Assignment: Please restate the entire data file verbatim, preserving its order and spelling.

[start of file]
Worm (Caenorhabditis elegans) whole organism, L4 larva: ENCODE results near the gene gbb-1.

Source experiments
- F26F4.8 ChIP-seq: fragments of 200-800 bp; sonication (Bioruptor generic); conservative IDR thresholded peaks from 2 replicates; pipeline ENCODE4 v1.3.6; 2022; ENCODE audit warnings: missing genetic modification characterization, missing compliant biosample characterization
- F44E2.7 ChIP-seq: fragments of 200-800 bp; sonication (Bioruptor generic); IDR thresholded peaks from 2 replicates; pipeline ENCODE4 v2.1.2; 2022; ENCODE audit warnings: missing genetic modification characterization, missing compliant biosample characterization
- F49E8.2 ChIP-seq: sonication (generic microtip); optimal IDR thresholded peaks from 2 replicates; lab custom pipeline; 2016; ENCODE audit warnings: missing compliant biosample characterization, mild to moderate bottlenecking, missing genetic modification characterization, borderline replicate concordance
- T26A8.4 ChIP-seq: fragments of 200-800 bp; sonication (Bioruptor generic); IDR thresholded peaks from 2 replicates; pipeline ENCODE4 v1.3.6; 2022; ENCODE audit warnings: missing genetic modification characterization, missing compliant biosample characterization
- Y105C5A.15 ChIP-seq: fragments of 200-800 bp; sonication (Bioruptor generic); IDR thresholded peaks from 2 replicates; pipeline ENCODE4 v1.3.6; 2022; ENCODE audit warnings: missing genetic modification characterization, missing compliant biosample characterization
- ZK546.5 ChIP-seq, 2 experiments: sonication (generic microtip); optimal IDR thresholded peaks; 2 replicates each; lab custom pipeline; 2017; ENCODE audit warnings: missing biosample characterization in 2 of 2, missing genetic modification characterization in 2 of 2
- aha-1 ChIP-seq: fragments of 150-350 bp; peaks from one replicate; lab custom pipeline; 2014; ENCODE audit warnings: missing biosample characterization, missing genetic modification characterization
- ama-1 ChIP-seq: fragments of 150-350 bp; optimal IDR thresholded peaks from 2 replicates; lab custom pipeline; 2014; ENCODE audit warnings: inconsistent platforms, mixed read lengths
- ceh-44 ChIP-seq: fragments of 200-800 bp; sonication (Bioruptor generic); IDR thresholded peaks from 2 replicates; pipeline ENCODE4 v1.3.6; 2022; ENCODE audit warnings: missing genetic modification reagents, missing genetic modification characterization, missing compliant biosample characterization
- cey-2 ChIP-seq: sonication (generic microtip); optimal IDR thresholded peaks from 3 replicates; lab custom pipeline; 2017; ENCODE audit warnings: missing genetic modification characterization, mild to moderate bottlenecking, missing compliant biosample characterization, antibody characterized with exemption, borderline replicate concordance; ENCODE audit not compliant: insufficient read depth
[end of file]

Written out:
Worm (Caenorhabditis elegans) whole organism, L4 larva: ENCODE results near the gene gbb-1.

Source experiments
- F26F4.8 ChIP-seq: fragments of 200-800 bp; sonication (Bioruptor generic); conservative IDR thresholded peaks from 2 replicates; pipeline ENCODE4 v1.3.6; 2022; ENCODE audit warnings: missing genetic modification characterization, missing compliant biosample characterization
- F44E2.7 ChIP-seq: fragments of 200-800 bp; sonication (Bioruptor generic); IDR thresholded peaks from 2 replicates; pipeline ENCODE4 v2.1.2; 2022; ENCODE audit warnings: missing genetic modification characterization, missing compliant biosample characterization
- F49E8.2 ChIP-seq: sonication (generic microtip); optimal IDR thresholded peaks from 2 replicates; lab custom pipeline; 2016; ENCODE audit warnings: missing compliant biosample characterization, mild to moderate bottlenecking, missing genetic modification characterization, borderline replicate concordance
- T26A8.4 ChIP-seq: fragments of 200-800 bp; sonication (Bioruptor generic); IDR thresholded peaks from 2 replicates; pipeline ENCODE4 v1.3.6; 2022; ENCODE audit warnings: missing genetic modification characterization, missing compliant biosample characterization
- Y105C5A.15 ChIP-seq: fragments of 200-800 bp; sonication (Bioruptor generic); IDR thresholded peaks from 2 replicates; pipeline ENCODE4 v1.3.6; 2022; ENCODE audit warnings: missing genetic modification characterization, missing compliant biosample characterization
- ZK546.5 ChIP-seq, 2 experiments: sonication (generic microtip); optimal IDR thresholded peaks; 2 replicates each; lab custom pipeline; 2017; ENCODE audit warnings: missing biosample characterization in 2 of 2, missing genetic modification characterization in 2 of 2
- aha-1 ChIP-seq: fragments of 150-350 bp; peaks from one replicate; lab custom pipeline; 2014; ENCODE audit warnings: missing biosample characterization, missing genetic modification characterization
- ama-1 ChIP-seq: fragments of 150-350 bp; optimal IDR thresholded peaks from 2 replicates; lab custom pipeline; 2014; ENCODE audit warnings: inconsistent platforms, mixed read lengths
- ceh-44 ChIP-seq: fragments of 200-800 bp; sonication (Bioruptor generic); IDR thresholded peaks from 2 replicates; pipeline ENCODE4 v1.3.6; 2022; ENCODE audit warnings: missing genetic modification reagents, missing genetic modification characterization, missing compliant biosample characterization
- cey-2 ChIP-seq: sonication (generic microtip); optimal IDR thresholded peaks from 3 replicates; lab custom pipeline; 2017; ENCODE audit warnings: missing genetic modification characterization, mild to moderate bottlenecking, missing compliant biosample characterization, antibody characterized with exemption, borderline replicate concordance; ENCODE audit not compliant: insufficient read depth